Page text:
There are always two constants with the Florida Panthers.
The first is they always seem to be in a perpetual state of change.
New players, new coaches, new front office, new organizational direction, new everything.
This offseason has been no different.
They have a new general manager, Bill Zito, which comes one year after the hiring of a new coach, and they were again one of the busiest teams during the first part of the offseason. They said goodbye to Evgenii Dadonov, Mike Matheson, Colton Sceviour, and (presumably) Mike Hoffman. They said hello to Patric Hornqvist, Alexander Wennberg, Vinnie Hinostroza, Carter Verhaeghe, Radko Gudas, and Markus Nutivaara. It is the second year in a row they have brought in at least five new faces.
The second constant is that all of those changes never make a meaningful difference in the standings. The Panthers have finished higher than fourth place in their division just once in the past eight years and only made one playoff appearance (not including this year’s qualifying round loss to the New York Islanders).
The big unanswered question now is whether this particular group of changes can make a difference in the standings.
Looking at the changes
The Panthers’ biggest strength the past two seasons has been their offense, and in looking at their offseason departures they lost a lot of offense. Dadonov and Hoffman are both 25-30 goal forwards, while Matheson was one of their top contributors from the blue line.
Their incoming additions are not going to replace that offense.
That does not mean the Panthers are automatically going to be worse off.
While the Dadonov, Hoffman, and Matheson trio could definitely bring point production, they all had their flaws defensively. Especially the latter two players. While players like Wennberg, Verhaeghe, Hinostroza, and Hornqvist may not equal the offensive production, they do bring other elements to the team that could help make up for that (defensively, special teams, driving possession, etc.). The underlying numbers tend to show that, as Wennberg, Hinostroza, and Hornqvist all rate better when it comes to expected goals against and scoring chances against.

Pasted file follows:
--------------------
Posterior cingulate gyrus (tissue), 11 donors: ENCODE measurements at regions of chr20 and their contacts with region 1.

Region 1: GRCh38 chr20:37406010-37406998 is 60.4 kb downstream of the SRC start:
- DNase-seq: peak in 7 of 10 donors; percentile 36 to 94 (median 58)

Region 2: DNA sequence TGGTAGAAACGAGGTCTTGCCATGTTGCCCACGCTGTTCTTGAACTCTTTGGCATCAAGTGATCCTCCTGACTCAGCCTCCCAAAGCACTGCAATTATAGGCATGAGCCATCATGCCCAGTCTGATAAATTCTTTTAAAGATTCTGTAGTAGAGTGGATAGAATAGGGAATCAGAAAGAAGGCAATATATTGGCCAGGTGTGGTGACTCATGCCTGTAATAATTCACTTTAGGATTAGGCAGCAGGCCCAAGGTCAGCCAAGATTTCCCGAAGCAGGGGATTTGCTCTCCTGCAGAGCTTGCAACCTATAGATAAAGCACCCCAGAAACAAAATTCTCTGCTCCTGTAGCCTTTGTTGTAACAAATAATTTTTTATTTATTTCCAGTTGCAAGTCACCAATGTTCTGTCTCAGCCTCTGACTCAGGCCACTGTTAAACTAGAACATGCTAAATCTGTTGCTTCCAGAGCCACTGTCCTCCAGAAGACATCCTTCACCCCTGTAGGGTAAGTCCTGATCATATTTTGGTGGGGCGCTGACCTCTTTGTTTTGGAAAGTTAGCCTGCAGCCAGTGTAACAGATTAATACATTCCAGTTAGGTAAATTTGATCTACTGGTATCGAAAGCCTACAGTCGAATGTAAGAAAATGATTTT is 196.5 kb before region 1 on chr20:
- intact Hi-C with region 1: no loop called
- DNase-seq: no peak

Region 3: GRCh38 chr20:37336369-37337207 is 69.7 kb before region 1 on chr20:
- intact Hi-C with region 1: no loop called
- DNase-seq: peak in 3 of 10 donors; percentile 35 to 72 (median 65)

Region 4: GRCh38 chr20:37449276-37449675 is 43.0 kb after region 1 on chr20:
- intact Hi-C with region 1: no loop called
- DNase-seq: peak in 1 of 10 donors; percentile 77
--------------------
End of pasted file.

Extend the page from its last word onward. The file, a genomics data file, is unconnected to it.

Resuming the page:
The same is true on defense where Nutivaara is a significant upgrade statistically over Matheson.
While the drop in goal scoring is a concern, the potential improvements elsewhere are somewhat encouraging. With Aleksander Barkov and Jonathan Huberdeau at the top of the lineup they are still going to have the potential for a potent offense. They can score goals. What this team needs is more goal prevention. These additions might help with that.
But what will help that most of all?
The big free agent signing a year ago was Bobrovsky on a seven-year, $70 million contract. It was always a long-term risk given his age, but there should have been an expectation that he could maintain a high level of play for at least the first part of the contract.
In year one, that did not happen.
Bobrovsky ended up having one of the worst seasons of his career and it turned out to be a huge drain on the Panthers’ season.
They had defensive issues for sure, but when you pay a goalie $10 million per year you are doing so with the expectation they will cover up for at least some of that. Is it unfair? Maybe. But that comes with the paycheck.
The changes to the roster might help solidify the defensive play in front, but if the Panthers are going to do anything this season it is going to have to start with Bobrovsky being the goalie they paid for.
Even with all of their defensive flaws, and even with Bobrovsky being a total year one bust, the Panthers were still on pace for 92 points over 82 games and were right in the thick of the playoff race.
It is not a stretch to think that they can make up that deficit with even marginal improvement from Bobrovsky and a better, more well-rounded team that can actually cut down on some defensive breakdowns.
The biggest knock against the Panthers is that you know they are already starting the season in a distant third behind the Tampa Bay Lightning and Boston Bruins. Toronto also should be better on paper, but that gap closed dramatically this past season.
The Panthers look like they made some decent moves, and with Barkov, Huberdeau, Aaron Ekblad, and Keith Yandle at the top of the lineup there is still a respectable core of players here. But this is the same type of thing that has been said about the Panthers for a couple of years now and it has not yet translated to the ice.
Maybe this will be the year it does.
Adam Gretz is a writer for Pro Hockey Talk on NBC Sports. Drop him a line at email@example.com or follow him on Twitter @AGretz.